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# 8.8: More Suffixes Spelled < en >

Difficulty Level: At Grade Created by: CK-12

## More Suffixes Spelled <en>

1. -en\begin{align*}^4\end{align*} changes nouns into verbs. This is actually the same as -en\begin{align*}^3\end{align*}, but we will treat them separately because of the difference between having adjectives or nouns as stems.

Verb = Noun + Suffix
frighten = fright + en
happen = hap + p + en
hasten = hast\begin{align*}\cancel{e}\end{align*} + en
hearten = heart + en
heighten = height + en
lengthen = length + en
strengthen = strength + en
threaten = threat + en

2. -en\begin{align*}^5\end{align*} past participle ending. You have seen that verbs usually add the suffix -ed to show that an action took place in the past. Verbs with that -ed suffix are called past tense verbs. We also often use the suffix -ed at the end of verbs that are called past participle verbs. Past participle verbs are like past tense verbs (notice that they both have the word past in their names). But past participles have an additional meaning. They have the meaning “action that is completed.”

Compare the two sentences “They are finishing their chores” and “They have finished their chores.” The first sentence, with finishing, means that the work of doing the chores is still going on, but the second sentence, with finished with the suffix -ed, means that the work is over or completed, the chores are done. The verb finished in the second sentence is a past partciple.

Most past participles, like most past tense verbs, end with the suffix -ed, but some old past participles end with the suffix -en: Compare “They are eating their breakfast” with “They have eaten their breakfast.” The first sentence, with -ing, means that they are not done eating yet. The second sentence, with -en, means that they have finished eating. The verb eaten in the second sentence is a past participle.

3. Analyze each of the following past participles into verb plus suffix:

Past Participle = Verb + Suffix
beaten = beat + en
broken = brok\begin{align*}\cancel{e}\end{align*} + en
chosen = chos\begin{align*}\cancel{e}\end{align*} + en
driven = driv\begin{align*}\cancel{e}\end{align*} + en
eaten = eat + en
fallen = fall + en
forbidden = forbid + d + en
frozen = froz\begin{align*}\cancel{e}\end{align*} + en
given = giv\begin{align*}\cancel{e}\end{align*} + en
proven = prov\begin{align*}\cancel{e}\end{align*} + en

4. Now try some the other way around. Add each verb and suffix to make a past participle:

Verb + Suffix = Past Participle
ris\begin{align*}\cancel{e}\end{align*} + en = risen
spok\begin{align*}\cancel{e}\end{align*} + en = spoken
stol\begin{align*}\cancel{e}\end{align*} + en = stolen
tak\begin{align*}\cancel{e}\end{align*} + en = taken
got + t + en = gotten
forbid + d + en = forbidden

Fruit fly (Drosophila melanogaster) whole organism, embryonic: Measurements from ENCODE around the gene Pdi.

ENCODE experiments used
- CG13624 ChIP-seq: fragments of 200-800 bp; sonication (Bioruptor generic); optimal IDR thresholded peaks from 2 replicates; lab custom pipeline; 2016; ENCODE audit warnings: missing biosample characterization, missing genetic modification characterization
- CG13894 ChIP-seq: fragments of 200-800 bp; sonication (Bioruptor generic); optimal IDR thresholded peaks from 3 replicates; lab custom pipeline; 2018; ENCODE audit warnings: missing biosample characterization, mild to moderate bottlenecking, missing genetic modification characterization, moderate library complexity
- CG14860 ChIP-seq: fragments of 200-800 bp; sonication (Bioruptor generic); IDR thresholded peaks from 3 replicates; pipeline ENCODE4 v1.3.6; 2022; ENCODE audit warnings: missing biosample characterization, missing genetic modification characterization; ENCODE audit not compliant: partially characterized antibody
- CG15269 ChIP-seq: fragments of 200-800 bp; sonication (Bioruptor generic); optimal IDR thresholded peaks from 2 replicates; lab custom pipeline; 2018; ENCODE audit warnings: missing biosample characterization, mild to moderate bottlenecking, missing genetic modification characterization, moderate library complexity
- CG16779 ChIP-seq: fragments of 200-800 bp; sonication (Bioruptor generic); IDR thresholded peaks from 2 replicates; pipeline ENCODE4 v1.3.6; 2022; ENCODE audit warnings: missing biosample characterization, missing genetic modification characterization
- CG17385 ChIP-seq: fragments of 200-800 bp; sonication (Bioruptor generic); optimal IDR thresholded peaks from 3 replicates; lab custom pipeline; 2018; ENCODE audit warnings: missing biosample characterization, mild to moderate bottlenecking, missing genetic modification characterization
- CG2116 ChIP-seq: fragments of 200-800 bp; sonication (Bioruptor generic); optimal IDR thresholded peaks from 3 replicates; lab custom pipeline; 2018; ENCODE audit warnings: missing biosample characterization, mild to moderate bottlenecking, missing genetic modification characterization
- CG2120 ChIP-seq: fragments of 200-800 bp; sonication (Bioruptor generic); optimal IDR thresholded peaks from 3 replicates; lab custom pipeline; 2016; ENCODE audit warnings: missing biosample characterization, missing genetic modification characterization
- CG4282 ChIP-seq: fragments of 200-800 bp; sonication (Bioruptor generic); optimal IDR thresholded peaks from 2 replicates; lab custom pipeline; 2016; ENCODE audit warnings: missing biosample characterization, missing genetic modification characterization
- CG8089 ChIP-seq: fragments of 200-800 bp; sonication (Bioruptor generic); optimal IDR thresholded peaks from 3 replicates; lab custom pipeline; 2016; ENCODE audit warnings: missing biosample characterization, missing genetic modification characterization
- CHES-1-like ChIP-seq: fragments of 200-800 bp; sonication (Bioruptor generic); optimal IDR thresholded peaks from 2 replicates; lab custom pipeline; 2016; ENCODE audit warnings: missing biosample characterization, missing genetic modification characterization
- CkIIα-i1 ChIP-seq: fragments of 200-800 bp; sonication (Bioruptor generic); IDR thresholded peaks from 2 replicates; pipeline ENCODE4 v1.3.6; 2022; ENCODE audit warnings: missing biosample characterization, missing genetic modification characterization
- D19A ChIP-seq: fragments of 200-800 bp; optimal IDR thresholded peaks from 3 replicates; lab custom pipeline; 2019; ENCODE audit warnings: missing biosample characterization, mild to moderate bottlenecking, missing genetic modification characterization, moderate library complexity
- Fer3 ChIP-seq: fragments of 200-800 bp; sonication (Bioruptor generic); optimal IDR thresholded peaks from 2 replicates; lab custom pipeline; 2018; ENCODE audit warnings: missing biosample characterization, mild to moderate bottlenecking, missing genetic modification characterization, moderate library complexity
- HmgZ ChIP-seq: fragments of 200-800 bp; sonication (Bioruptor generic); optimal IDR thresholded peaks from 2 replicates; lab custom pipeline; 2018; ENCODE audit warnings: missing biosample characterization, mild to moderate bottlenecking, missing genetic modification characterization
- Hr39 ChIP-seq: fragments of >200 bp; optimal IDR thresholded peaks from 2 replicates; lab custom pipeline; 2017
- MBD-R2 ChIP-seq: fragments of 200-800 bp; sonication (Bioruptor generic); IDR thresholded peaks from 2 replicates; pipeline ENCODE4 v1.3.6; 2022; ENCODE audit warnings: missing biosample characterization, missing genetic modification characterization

mistak\begin{align*}\cancel{e}\end{align*} + en = mistaken
forgot + t + en = forgotten
overtak\begin{align*}\cancel{e}\end{align*} + en = overtaken
aris\begin{align*}\cancel{e}\end{align*} + en = arisen

5. Many past participles are used as adjectives, and many of these adjectives appear in compound words. Analyze each of the following compounds:

Compound Word = Free Stem #1 + Verb + Suffix
browbeaten = brow + beat + en
downfallen = down + fall + en
heartbroken = heat + brok\begin{align*}\cancel{e}\end{align*} + en
housebroken = house + hous\begin{align*}\cancel{e}\end{align*} + en
outspoken = out + spok\begin{align*}\cancel{e}\end{align*} + en
overtaken = over + tak\begin{align*}\cancel{e}\end{align*} + en
weatherbeaten = weather + beat + en
downtrodden = down + trod + d + en
handwoven = hand + wov\begin{align*}\cancel{e}\end{align*} + en
undertaken = under + tak\begin{align*}\cancel{e}\end{align*} + en

Teaching Notes.

Item 2. Past participles can lead directly to the wonderful intricacy of verb phrases, by which we organize time and signal our perspective on the actions we talk about. As part of the complete verb, or verb phrase, past participles must always have some form of the helping verbs be or have or both preceding them: The wallet was stolen. He has stolen the wallet. The wallet has been stolen. He had stolen the wallet. He could have stolen the wallet. He should not have stolen the wallet. The wallet could have been stolen. And so on. But past participles are also very common as adjectives: the stolen wallet.

It is easy enough to see why past participles have the word past in their name. The participle is less obvious: It comes from the Latin participium “a sharing or partaking.” Participle is related to participate. In English participle originally referred to a person or thing that partook of the nature of two different species. This now-obsolete meaning is clear in this \begin{align*}17^{\mathrm{th}}\end{align*} century quotation from Sir Thomas Herbert: “Bats, flying fish, and Seals be participles of nature and species of a doubtful kind, participating both of Bird and Beast.” Our participles are so called because they participate both of verb and adjective.

A number of verbs have two past participle forms, one with -(e)n, one with -ed. Among the most common are mow (mowed, mown), prove (proved, proven), sew (sewed, sewn), show (showed, shown), swell (swelled, swollen).

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Feb 23, 2012
Jul 07, 2015
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CK.ENG.ENG.TE.1.Basic-Speller.8.8